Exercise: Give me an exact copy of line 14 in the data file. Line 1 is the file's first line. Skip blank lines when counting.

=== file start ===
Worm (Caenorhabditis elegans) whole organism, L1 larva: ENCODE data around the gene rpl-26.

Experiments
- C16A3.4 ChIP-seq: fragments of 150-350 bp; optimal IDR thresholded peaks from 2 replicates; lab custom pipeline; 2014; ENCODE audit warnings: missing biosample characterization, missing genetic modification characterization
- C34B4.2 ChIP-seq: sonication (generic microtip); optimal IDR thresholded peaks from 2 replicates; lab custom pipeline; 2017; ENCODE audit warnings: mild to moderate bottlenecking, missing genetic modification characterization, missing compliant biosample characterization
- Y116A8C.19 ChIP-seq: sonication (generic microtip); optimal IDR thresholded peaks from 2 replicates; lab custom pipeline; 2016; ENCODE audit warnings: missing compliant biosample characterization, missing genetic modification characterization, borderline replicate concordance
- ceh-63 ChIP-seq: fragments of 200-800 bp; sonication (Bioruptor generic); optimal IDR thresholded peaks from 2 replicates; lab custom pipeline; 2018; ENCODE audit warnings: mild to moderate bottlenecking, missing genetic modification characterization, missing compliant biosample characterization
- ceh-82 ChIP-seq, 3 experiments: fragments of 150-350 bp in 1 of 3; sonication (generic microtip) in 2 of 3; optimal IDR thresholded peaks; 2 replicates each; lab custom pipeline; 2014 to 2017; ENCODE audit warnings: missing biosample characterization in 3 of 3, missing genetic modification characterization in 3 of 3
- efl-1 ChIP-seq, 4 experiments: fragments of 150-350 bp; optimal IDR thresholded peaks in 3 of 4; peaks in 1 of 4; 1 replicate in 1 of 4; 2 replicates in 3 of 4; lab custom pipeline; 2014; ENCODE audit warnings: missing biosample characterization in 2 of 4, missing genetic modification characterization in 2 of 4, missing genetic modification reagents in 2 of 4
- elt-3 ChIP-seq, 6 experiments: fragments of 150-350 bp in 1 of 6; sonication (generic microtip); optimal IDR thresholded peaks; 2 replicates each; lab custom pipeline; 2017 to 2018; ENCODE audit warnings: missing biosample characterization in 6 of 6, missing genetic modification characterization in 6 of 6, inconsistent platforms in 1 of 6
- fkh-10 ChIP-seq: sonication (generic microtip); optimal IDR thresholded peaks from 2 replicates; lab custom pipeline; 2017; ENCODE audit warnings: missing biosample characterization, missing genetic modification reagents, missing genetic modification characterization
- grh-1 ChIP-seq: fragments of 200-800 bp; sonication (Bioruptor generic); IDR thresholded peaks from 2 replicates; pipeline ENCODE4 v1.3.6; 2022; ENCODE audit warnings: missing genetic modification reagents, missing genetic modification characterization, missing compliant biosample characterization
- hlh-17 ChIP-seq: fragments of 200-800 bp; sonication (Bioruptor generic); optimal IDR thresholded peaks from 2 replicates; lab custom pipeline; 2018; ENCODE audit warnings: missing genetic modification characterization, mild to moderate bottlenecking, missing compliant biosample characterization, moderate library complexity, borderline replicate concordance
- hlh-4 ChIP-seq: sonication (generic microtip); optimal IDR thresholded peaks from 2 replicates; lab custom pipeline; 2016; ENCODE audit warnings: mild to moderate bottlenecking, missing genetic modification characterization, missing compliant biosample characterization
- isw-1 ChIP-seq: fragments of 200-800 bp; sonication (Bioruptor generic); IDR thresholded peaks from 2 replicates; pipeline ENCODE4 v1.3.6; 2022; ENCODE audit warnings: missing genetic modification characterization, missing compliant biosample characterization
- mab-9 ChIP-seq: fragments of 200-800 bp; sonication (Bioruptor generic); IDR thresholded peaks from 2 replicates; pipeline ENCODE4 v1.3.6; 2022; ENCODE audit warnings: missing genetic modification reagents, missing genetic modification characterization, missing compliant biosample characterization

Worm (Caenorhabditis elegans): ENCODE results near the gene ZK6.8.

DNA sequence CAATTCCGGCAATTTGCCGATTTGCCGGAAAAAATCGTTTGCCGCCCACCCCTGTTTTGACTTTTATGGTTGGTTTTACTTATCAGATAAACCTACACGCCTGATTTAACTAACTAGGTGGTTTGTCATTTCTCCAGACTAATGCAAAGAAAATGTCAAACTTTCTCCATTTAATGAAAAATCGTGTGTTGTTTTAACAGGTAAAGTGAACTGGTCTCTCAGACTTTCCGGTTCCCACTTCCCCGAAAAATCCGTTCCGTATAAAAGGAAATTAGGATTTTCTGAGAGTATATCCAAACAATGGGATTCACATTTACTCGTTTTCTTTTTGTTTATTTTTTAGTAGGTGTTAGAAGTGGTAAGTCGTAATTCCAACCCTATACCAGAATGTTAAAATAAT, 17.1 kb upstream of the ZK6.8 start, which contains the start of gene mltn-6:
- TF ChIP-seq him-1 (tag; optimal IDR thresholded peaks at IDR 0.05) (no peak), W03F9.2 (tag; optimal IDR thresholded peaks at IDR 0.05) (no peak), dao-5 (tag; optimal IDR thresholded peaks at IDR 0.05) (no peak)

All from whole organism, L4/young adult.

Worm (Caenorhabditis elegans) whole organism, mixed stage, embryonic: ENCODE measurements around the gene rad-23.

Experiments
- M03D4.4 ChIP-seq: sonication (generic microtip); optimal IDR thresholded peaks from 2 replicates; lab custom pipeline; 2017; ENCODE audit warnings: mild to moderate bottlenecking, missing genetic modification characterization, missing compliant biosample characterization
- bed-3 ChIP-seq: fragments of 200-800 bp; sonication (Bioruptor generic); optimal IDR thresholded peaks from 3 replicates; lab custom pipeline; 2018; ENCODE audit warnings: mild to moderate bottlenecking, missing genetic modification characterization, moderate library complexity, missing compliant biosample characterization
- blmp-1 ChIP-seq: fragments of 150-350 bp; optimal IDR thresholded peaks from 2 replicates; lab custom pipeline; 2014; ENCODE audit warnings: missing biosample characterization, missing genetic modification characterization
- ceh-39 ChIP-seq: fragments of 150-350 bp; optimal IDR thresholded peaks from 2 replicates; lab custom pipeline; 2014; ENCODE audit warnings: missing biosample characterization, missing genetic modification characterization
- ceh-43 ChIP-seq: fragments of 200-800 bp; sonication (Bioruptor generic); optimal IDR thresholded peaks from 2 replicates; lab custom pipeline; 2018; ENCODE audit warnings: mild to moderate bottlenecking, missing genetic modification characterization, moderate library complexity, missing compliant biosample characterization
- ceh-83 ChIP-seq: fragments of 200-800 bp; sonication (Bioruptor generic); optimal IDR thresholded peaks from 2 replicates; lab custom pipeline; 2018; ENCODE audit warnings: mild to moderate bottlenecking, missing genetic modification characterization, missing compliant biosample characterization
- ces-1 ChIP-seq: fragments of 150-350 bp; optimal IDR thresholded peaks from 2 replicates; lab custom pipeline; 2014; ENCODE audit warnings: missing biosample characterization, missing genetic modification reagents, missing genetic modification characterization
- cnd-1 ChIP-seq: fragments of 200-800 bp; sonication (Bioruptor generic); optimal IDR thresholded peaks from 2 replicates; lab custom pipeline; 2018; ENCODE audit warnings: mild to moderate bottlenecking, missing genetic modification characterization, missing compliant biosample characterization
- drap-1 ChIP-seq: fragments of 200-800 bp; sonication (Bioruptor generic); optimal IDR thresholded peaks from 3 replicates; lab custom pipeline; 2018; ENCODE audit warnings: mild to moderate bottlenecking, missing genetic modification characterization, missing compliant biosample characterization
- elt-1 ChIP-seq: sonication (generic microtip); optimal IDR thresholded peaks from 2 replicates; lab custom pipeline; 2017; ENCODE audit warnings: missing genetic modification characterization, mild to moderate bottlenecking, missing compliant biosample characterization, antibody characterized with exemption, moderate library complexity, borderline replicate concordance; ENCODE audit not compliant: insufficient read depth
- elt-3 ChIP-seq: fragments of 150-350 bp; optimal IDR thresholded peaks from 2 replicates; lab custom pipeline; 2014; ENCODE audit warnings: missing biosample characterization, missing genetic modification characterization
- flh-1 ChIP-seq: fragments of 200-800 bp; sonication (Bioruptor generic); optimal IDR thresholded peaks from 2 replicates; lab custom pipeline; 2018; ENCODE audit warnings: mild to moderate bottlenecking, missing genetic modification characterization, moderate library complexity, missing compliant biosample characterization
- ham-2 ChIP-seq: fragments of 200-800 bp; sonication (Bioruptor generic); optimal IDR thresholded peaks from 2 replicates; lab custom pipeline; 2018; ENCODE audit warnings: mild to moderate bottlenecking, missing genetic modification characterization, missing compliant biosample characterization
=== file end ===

- isw-1 ChIP-seq: fragments of 200-800 bp; sonication (Bioruptor generic); IDR thresholded peaks from 2 replicates; pipeline ENCODE4 v1.3.6; 2022; ENCODE audit warnings: missing genetic modification characterization, missing compliant biosample characterization